The museum is opened on Mon-Sat 10am-5pm; Sun and holidays 1-5pm.
This is the home of the Netherlands greatest painter. Rembrandt Harmensz. van Rijn lived from 1606-1669, and during the period 1639-1659, lived in this house where he worked on many of his masterpieces. On display are a number of works by the master himself as well as works by pupils and followers.
This isn't really a Rembrandt House tip at all, but it is just down the road!
On my last visit I had, in my head, the intention of writing a "Warnings and Dangers" tip for Amsterdam - this involved sitting outside a cafe somewhere, with just the right lighting behind me and just waiting for the right shots. See my tip!
And of course, since this may require several hours hard work - a beer or two and a nibble are absolutely essential.
Rembrandt Corner is an ideal location for all of these activities and just generally going with the flow - beer prices are reasonable and the food is ok - tho I only had a kass and salami tosti
Many go crazy by Van Gogh, others adore Vermeer, but most loved within the Netherlands is for sure Rembrandt. This was one of the earlier utch painters and his "Nachtwacht" is the pride of the Rijksmuseum. Rembrandt van Rijn lived from 1606 until 1669 and died in quite poor status. If only he knew what his paintings would be worth now ...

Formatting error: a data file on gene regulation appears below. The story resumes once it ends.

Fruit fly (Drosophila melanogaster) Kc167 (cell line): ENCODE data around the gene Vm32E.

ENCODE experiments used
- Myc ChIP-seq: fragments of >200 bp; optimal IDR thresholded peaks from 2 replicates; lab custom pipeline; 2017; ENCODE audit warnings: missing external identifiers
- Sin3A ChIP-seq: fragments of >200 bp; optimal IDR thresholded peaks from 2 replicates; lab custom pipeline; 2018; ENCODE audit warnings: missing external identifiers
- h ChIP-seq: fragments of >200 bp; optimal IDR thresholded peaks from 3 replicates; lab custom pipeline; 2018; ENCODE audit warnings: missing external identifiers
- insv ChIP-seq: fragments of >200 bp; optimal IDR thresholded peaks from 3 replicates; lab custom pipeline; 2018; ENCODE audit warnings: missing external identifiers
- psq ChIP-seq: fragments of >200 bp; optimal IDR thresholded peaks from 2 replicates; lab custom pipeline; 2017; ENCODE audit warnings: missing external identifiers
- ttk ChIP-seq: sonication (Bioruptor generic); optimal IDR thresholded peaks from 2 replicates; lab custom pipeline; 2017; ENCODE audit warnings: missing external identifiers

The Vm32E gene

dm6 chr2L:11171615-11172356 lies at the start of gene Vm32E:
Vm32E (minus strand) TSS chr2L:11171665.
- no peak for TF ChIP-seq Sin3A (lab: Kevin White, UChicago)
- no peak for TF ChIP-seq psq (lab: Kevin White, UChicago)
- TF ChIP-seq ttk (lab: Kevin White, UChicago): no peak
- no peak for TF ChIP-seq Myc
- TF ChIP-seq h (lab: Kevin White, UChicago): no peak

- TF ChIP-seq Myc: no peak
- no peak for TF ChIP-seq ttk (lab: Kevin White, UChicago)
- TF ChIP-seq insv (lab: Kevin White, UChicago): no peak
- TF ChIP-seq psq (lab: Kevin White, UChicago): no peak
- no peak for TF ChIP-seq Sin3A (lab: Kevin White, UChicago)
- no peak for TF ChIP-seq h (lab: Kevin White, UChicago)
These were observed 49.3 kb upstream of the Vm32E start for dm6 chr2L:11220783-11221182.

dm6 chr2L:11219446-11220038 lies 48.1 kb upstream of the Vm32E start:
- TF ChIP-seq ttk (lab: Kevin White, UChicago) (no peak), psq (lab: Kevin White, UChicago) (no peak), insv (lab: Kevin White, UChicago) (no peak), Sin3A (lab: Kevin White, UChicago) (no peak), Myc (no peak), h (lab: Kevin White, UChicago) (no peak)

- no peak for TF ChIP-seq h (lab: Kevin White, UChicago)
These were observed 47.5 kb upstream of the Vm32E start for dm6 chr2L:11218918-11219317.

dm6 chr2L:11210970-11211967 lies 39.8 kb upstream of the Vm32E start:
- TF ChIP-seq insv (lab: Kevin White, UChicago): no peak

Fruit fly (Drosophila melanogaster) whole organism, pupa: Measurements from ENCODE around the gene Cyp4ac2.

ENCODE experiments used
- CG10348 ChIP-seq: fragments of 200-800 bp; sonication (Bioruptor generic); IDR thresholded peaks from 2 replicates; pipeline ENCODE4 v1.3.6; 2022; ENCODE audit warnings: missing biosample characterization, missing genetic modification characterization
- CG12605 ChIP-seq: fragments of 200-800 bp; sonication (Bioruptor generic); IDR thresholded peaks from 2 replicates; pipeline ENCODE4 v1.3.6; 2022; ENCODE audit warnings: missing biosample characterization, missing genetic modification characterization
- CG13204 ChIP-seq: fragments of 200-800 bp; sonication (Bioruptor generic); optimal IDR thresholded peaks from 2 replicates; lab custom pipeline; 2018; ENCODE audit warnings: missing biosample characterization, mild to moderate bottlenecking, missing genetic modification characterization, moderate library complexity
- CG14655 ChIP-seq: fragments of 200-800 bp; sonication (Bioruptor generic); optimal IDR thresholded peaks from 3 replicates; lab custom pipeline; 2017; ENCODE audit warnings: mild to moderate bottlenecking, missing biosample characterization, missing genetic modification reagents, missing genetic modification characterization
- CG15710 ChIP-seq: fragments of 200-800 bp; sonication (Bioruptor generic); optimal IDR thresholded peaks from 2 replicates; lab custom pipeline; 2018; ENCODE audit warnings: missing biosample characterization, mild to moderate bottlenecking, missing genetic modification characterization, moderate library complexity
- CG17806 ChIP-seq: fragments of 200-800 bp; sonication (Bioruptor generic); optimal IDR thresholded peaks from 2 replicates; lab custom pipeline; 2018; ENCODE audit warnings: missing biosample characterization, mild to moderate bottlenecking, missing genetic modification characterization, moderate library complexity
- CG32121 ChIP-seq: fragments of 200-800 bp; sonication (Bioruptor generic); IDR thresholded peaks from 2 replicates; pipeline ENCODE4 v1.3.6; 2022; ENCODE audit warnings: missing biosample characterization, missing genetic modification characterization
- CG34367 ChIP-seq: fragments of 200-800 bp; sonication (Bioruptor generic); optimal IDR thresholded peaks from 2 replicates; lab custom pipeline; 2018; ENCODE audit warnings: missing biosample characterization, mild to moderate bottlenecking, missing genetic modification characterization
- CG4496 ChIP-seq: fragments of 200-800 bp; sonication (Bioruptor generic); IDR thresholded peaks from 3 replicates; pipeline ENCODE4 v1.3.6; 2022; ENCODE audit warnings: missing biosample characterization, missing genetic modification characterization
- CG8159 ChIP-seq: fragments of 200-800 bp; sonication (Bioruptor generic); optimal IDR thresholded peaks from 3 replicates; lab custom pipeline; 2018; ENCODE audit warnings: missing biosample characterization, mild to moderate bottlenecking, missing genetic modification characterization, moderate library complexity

He lived a long period in the house on the Jodenbreestraat, that is now made into a museum.
In this house lived and worked the famous and world known painter Rembrandt (Rembrandt Harmenszoon van Rijn) from 1639 till 1660, together with his wife Saskia (she died here in 1642). Their son Titus was born here. The house was built in 1606.
Many of his famous masterpieces were made in his studio on the 1st floor. The interior of the house has been restored to its 17th-century state.
A superb collection of Rembrandt’s etchings is permanently on display and is the only place in the world where they can be seen.
It's nice to be able to see where the Great Master lived when things were going well for him! But there's a story behind the bourgeois facade of prosperity.
Interesting that Rembrandt did well in the great Dutch city of Amsterdam - and for a while he was "painter of the day" - in demand for big civic commissions (i.e. working on the new Town Hall) and society portraits of the rich and famous. But Rembrandt never forgot that he was Rembrandt, and by many accounts he was somewhat difficult to get along with. He also spent money freely on his house and his furniture and his servants, and eventually his finances got out of control. The big commissions began to dry up, some of his wealthy patrons began to turn against, and in general, Amsterdammers began to turn their attention (and their pocketbooks) to the new and younger generation of painters. Fashions turn.
Eventually Rembrandt and family faced the public humiliation of bankruptcy. The tut-tutting must have been impossible to avoid. This large and confortable house had to be given up. And Rembrandt's furniture and possessions were sold at public auction. As is well known, Rembrandt died impoverished, and was buried at public expense in an unmarked grave. C'est la vie.
It's good preparation for a trip to Amsterdam to read a good biography of Rembrandt - and his times. I can recommend the work of Simon Schama, particularly "Rembrandt's Eyes." (There's also some interesting bits about Rembrandt in Zadie Smith's recent novel "On Beauty" - but that's more of a London novel than an Amsterdam novel!)